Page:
I just recently got back from a few days of annual leave and realised that despite it being a great time for recovery, rejuvenation and re-excitement for work, I had a sense of feeling guilty for resting. Amongst modern culture it has slowly become the norm to idolise a workaholic mentality. Whether it be from the entrepreneurs we see on the news or men and women going about their everyday work, this hurried, work centred lifestyle can often seem essential to achieve any sense of greatness in our work field. I reflected on this a little and here's my perspective as a follower of Christ.
Analysing this work led view on a bigger scale we can recognise that it seems to be unhealthy and dangerous and that's because it's not who we are called to be. Our identity is not to be found in our work, but instead in Christ. However, we see misunderstandings of this as we are indeed called to work. Right from the beginning of the Bible we see man labouring, "The Lord God took the man and put him in the garden of Eden to work it and keep it.” - Genesis 2:15. So do we work or do we rest? Well, I believe we are scripturally called to do both and indeed through the way we work and rest, can often point people to God.
Firstly the way we work can be different as we should want to work hard. As the famous verse in Colossians goes, 'Whatever you do, work at it with all your heart, as working for the Lord, not for human masters'. I used to worked in the chicken restaurant Nando's before I came to Kent and there were no other Christians who worked with me but I loved it. It gave me a great opportunity to be a witness for Christ. Sometimes the shop was empty of customers and we'd have nothing to do, some would chat, some would pretend to be busy, but I would make sure to continue working and get all the staff drinks so they'd be hydrated. It was only a little thing but people noticed it. Similarly wherever you are situated, I'm sure you can act out and work like you are working for Christ. People remember those who go above and beyond and it provides a brilliant opportunity for us to speak about our faith.
If thats the case, where, you may wonder does rest fit in? Is it necessary? I would reiterate the point I made earlier in the fact that we shouldn't be ruled by work because that is not what our identity is in. We should work hard but acknowledge that there is a greater purpose to our being through Jesus. Whether that be lived out through us sticking to the sabbath day of rest principle despite worldly commitments or we simply do not give into the lie that we need to work 24/7 to be appreciated. A helpful scripture on this is Hebrews 4:9-11; 'There remains, then, a Sabbath-rest for the people of God; for anyone who enters God’s rest also rests from their works, just as God did from his. Let us, therefore, make every effort to enter that rest, so that no one will perish by following their example of disobedience'. The perfect Creator, the one who knows all, the ultimate God, decided to rest on the seventh day. He didn't believe in the lie of workaholism. He believed that certain time was necessary to reflect, look back at what was made and rest.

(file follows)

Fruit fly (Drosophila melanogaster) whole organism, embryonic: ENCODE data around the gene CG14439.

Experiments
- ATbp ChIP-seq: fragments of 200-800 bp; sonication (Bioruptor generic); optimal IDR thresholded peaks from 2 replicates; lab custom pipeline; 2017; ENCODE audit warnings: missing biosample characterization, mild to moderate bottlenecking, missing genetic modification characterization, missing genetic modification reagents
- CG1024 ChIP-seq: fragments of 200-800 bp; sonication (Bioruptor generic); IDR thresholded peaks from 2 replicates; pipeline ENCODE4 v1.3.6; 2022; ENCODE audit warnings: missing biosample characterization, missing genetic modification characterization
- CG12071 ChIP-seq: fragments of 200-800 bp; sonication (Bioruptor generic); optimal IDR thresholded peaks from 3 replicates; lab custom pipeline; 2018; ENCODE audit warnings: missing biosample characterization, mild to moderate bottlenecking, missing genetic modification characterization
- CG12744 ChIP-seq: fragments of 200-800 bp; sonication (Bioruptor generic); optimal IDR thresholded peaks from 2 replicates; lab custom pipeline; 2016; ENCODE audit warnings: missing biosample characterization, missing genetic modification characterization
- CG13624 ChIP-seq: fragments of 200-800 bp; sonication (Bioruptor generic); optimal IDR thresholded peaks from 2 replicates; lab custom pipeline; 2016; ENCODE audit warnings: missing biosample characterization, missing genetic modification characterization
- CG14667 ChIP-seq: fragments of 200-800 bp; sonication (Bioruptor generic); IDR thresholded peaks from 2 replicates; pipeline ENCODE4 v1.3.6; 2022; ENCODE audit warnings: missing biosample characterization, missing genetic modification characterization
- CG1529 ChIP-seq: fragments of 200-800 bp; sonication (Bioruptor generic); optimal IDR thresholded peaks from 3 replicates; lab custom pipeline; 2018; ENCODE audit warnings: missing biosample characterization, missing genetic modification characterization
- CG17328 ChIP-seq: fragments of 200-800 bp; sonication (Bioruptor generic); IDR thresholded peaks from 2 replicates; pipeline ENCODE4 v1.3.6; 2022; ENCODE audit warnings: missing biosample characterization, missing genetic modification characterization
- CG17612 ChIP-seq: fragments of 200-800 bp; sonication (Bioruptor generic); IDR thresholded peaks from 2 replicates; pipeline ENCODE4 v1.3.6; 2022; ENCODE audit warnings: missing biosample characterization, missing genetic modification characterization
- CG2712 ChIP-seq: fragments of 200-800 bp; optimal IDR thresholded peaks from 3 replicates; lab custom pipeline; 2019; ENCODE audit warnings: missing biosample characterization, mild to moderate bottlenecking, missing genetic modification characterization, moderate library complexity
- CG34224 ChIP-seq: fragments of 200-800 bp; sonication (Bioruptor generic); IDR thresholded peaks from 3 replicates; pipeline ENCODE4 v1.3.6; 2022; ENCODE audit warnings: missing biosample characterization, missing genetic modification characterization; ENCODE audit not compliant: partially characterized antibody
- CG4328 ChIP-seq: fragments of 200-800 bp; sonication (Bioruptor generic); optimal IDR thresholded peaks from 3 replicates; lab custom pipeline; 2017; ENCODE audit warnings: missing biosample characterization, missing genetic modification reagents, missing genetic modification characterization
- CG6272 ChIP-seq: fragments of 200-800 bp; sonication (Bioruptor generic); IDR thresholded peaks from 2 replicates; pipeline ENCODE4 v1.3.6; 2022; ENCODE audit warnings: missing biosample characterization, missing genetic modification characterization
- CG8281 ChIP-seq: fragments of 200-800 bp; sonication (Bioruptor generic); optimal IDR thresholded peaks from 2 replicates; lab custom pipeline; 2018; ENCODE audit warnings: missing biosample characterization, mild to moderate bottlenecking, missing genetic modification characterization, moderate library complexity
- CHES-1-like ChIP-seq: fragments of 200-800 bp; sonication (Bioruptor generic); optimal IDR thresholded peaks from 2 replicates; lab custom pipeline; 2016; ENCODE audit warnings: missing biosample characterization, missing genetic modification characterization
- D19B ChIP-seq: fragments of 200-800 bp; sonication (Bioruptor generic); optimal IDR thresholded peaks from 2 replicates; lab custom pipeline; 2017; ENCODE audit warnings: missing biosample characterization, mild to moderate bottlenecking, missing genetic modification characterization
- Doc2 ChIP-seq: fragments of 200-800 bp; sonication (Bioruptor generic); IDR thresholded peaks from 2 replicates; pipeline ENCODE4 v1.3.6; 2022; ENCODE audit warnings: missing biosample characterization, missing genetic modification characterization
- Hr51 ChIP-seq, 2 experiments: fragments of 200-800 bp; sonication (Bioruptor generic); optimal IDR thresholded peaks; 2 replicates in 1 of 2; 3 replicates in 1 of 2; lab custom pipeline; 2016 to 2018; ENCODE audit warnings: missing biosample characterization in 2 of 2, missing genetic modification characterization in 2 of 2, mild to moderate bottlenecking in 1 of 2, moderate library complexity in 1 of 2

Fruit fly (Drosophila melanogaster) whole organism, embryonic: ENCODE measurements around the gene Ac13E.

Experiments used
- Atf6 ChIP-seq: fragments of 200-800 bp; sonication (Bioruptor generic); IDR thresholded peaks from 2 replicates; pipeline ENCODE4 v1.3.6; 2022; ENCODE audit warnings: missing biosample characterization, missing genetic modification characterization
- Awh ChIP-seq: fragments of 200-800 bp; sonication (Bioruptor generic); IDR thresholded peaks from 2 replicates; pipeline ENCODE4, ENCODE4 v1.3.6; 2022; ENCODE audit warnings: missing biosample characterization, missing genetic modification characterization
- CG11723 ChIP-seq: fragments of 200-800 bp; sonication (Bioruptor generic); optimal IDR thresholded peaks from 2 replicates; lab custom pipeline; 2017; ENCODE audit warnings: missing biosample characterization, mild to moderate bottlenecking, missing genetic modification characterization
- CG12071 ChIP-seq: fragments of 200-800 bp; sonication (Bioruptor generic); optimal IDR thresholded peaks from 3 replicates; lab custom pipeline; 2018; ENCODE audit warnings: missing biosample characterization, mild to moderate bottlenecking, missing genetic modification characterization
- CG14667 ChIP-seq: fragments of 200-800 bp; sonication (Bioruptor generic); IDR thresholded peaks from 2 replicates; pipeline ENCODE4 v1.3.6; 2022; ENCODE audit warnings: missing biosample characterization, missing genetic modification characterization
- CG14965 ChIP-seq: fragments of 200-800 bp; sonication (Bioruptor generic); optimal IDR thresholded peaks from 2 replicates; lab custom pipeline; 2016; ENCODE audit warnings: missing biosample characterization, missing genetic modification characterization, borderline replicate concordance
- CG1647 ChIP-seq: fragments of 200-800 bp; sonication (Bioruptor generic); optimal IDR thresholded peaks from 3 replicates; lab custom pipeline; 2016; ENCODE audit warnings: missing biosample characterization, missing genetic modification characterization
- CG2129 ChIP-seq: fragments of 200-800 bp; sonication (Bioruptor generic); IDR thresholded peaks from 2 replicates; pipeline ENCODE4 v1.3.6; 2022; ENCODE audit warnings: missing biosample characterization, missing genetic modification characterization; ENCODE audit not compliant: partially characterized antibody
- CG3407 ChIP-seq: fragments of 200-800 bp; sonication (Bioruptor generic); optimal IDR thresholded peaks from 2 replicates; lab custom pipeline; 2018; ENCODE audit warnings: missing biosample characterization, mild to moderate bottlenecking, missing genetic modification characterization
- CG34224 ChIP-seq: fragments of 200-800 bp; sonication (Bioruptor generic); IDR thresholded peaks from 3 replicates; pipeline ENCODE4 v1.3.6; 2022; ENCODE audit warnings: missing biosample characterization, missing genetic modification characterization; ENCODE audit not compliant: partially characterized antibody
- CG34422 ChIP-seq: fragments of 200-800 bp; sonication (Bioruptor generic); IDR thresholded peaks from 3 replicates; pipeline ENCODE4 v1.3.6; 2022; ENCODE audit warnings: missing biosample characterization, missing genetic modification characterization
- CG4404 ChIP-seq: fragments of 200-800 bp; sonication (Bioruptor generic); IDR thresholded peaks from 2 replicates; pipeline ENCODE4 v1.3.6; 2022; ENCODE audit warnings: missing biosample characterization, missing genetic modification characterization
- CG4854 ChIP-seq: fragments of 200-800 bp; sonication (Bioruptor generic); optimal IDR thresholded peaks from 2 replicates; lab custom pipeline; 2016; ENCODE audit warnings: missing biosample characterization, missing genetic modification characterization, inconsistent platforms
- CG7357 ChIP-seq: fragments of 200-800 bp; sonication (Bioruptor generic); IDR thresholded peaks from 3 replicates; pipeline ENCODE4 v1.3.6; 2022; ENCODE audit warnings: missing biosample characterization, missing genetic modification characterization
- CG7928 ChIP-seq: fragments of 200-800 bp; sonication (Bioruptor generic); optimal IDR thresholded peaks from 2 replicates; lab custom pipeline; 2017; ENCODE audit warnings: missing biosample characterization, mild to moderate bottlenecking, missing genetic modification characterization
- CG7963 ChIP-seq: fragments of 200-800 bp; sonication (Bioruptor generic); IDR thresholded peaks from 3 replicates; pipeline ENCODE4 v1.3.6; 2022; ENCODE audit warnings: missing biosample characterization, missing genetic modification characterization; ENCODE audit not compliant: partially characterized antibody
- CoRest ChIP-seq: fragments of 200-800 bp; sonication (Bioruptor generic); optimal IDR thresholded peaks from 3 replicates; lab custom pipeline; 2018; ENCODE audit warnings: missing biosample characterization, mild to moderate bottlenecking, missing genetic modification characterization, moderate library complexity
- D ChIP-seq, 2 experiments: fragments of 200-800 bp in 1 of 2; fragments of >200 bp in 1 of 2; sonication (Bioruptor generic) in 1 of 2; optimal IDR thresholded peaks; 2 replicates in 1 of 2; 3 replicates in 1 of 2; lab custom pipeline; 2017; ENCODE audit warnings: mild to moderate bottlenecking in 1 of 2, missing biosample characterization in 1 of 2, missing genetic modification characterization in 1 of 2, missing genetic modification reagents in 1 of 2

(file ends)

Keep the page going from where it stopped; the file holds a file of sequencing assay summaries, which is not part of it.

Do we think ourselves so much bigger and better than God that we don't need rest? Alongside that we cannot simply burn both ends of the candle forever. We have a purpose in this life and working hard is involved in that, but not so hard that it is halted before we get to reap the rewards for our efforts.
Go out and work, pursue the calling God has sent you to do but also remember to have a time of rest, don't feel guilty about it. I often find it hard to differentiate between work and the rest of my time, so I am working harder on my boundaries, so that other priorities in my life, have the needed love, space and time to grow. Let there be distinction between your work, your rest and your play. Know that all of life is entrusted to us by our loving Heavenly Father. Rest too!
"Rest time is not waste time. It is economy to gather fresh strength... It is wisdom to take occasional furlough. In the long run, we shall do more by sometimes doing less." Charles Spurgeon